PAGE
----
A flight between the same cities using Flying Blue program requires 29,000 miles.
Why? Because United places Israel in the Middle East, but Air France places Israel in Europe. There isn’t always rhyme or reason to this—you just have to keep checking all options.
Something else you want to remember is that cash price of a ticket has no effect on how many miles are required for the redemption. Low season, peak season, airfare sale, mistake fare—it doesn’t matter. The redemption rates always stay the same.
If you have some free time, it couldn’t hurt to take a look at specific programs you have miles with and their award charts. Don’t be afraid to perform a mock search for somewhere you’re interested in traveling. You might be surprised at what you find. This way, you’ll also get familiar with how many miles approximately an award should cost.
Distance-Based Award Programs
Distance-based award programs are exactly what they sound like—the longer the flight, the more expensive it gets to book with miles. Most distance-based programs implement charts with redemption rates that correspond to flight distances.
Programs such as British Airways Executive Club, Iberia Plus and Qantas Frequent Flyer, to name a few, all use distance-based award charts.
Short-haul flights is where these programs shine. We’ve talked about making some interesting redemptions with British Airways Avios in the past.
Another unique redemption of the Iberia Plus award chart specifically is a flight between Chicago O’Hare Airport and Madrid. When booked with Iberia Avios, it goes for just 17,000 Avios in Blue class or 34,000 Avios in business class on off-peak dates.
Distance-based flight programs are especially useful when booking short flights between separate regions. For example, Europe to Northern Africa or East Coast of the U.S. to the Caribbean. In these cases, a distance-based program typically requires fewer miles than a region-based program.
Dynamic Award Programs
If revenue-based and region-based programs had a baby, it would be a dynamic award program. Delta SkyMiles was the first to pioneer this movement that, unfortunately, has spread to other airlines. Sadly, this baby is ugly.
If you look for an award ticket with Delta Air Lines, you might be shocked by what you see and rightfully so. Some awards cost as much as hundreds of thousands of miles…one way! That’s because Delta sets its award rates based on demand, and more convenient flights require more miles.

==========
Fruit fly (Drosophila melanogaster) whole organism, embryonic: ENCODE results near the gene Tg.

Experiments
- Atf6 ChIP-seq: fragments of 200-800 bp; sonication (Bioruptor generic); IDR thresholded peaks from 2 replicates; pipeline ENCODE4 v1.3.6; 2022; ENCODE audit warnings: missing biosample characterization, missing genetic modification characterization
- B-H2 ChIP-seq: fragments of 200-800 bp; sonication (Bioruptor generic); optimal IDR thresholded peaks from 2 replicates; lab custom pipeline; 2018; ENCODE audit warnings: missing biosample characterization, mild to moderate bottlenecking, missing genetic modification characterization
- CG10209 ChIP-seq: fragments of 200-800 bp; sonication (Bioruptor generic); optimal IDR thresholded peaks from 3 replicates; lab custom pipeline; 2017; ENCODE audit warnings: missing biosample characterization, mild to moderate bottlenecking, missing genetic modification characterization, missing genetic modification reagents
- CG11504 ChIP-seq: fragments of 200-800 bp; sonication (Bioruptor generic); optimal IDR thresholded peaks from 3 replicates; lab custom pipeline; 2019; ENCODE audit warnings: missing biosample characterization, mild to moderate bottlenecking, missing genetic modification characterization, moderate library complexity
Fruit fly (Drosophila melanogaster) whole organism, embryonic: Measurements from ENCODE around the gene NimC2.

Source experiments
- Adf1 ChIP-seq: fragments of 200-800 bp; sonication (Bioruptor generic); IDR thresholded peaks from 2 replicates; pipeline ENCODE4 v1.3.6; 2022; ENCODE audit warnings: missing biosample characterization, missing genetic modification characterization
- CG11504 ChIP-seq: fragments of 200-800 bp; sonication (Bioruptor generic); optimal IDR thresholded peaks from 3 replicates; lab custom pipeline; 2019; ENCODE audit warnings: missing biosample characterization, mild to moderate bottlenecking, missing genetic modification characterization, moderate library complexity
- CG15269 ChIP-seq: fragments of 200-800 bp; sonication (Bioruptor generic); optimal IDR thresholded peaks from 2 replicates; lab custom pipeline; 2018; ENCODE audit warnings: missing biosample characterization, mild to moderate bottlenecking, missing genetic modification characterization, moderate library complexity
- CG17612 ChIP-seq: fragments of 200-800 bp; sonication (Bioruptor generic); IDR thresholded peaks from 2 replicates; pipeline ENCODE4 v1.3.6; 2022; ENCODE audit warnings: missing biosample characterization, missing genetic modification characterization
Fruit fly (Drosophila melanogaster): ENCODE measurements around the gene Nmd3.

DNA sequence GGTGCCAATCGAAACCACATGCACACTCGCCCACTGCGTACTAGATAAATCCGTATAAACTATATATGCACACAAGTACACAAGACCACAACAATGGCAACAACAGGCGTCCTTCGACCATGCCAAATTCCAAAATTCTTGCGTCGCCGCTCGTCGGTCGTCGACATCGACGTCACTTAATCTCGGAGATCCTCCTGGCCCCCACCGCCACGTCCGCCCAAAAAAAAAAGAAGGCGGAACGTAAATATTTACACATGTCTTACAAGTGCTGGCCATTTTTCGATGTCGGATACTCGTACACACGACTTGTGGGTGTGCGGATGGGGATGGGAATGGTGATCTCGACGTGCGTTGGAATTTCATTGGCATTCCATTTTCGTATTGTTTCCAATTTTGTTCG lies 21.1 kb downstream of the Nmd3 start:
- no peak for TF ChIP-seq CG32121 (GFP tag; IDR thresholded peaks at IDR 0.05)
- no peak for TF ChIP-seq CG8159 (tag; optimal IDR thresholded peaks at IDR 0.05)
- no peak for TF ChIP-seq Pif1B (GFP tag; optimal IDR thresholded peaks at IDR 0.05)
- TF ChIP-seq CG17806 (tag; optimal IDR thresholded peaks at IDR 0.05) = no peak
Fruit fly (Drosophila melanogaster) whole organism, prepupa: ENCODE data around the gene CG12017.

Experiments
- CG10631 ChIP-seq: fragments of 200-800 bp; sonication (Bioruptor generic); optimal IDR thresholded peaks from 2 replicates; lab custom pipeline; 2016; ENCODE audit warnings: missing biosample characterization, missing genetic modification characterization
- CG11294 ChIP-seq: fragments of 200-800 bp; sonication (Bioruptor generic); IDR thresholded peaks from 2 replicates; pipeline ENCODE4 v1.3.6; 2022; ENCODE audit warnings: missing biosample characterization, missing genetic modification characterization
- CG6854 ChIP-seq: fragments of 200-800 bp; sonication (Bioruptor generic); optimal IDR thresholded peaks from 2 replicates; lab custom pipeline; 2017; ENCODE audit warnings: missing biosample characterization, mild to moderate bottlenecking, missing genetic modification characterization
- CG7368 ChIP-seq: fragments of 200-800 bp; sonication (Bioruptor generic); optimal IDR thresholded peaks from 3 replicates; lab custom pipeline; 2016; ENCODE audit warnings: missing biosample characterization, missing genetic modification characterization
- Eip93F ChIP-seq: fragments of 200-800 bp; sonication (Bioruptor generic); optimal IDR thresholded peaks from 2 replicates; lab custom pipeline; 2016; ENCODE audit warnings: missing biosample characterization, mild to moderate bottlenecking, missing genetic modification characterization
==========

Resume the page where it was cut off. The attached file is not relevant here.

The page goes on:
Is it busy season? Are cash flights expensive? How many people are booking? Delta takes all these factors into account and prices out awards accordingly.
The main problem is there’s no award chart to reference. Delta removed its charts off the web completely, and members have no idea what a specific award should cost. To be fair, Delta actually offers a number of low-level awards until they’re gone, but you have to know how “low” is “low.” It’s rather difficult to know whether a flight is fairly priced without award charts.
Partner flights are priced more reasonably, but you have to find availability from your preferred departure city.
In the recent years, Flying Blue, United MileagePlus and AAdvantage have joined the dark side and gone dynamic. They all offer base redemption rates but then jack up their pricing based on who knows what. This makes it harder for an average Joe to know whether they make a decent redemption.
It’s worth mentioning that Flying Blue still has a published saver level award rate on many routes operated by Air France or KLM. You can find out what those rates are by using the airline’s Miles Price Estimator. Although not all city pairs are displayed, it’s a good place to start—at least you know what an award should cost at its lowest redemption level.
Limited-Time Award Flight Sales
Also popularized by Delta, some airlines now offer flash sales to specific destinations every month. In fact, Delta’s Flash Deal page refreshes pretty often with deals to Hawaii, Asia and Australia.
Flying Blue has a version of this called Promo Rewards. American Airlines has Economy Web Specials, and United has offered some interesting one-off deals in the past as well.
All of these are great tools to find a discount on a mileage ticket. In some cases, the discounts are substantial, and so-so in others. If the airline has an award chart, take a look at one to determine whether you get a good deal. If not, compare the cost with what you find with other programs.
The world of award travel isn’t easy to navigate for a beginner. With tons of information to process, it might be hard to figure out how award tickets are priced at first. However, once you study a little bit and get familiar with the basics, you’ll start to understand the ins and outs of rewards programs.
If you think that all of this is too much, don’t give up just yet. Register for an airline loyalty program you use the most. Run an award search and see what you find. Then register for another. Rinse, repeat with a few more. You don’t have to run hundreds of searches to get good at this, but grasping the basics of how award flights work will help you immensely.
Understanding the advantages and disadvantages of each type of program is crucial in getting the most bang for your buck. And remember, developing these skills will produce an enormous smile on your face as the waves are lapping your toes while you sip your first umbrella drink on your dream trip.
Editors Note: Opinions expressed here are author’s alone, not those of any bank, credit card issuer, hotel, airline, or other entity. This content has not been reviewed, approved or otherwise endorsed by any of the entities included within the post.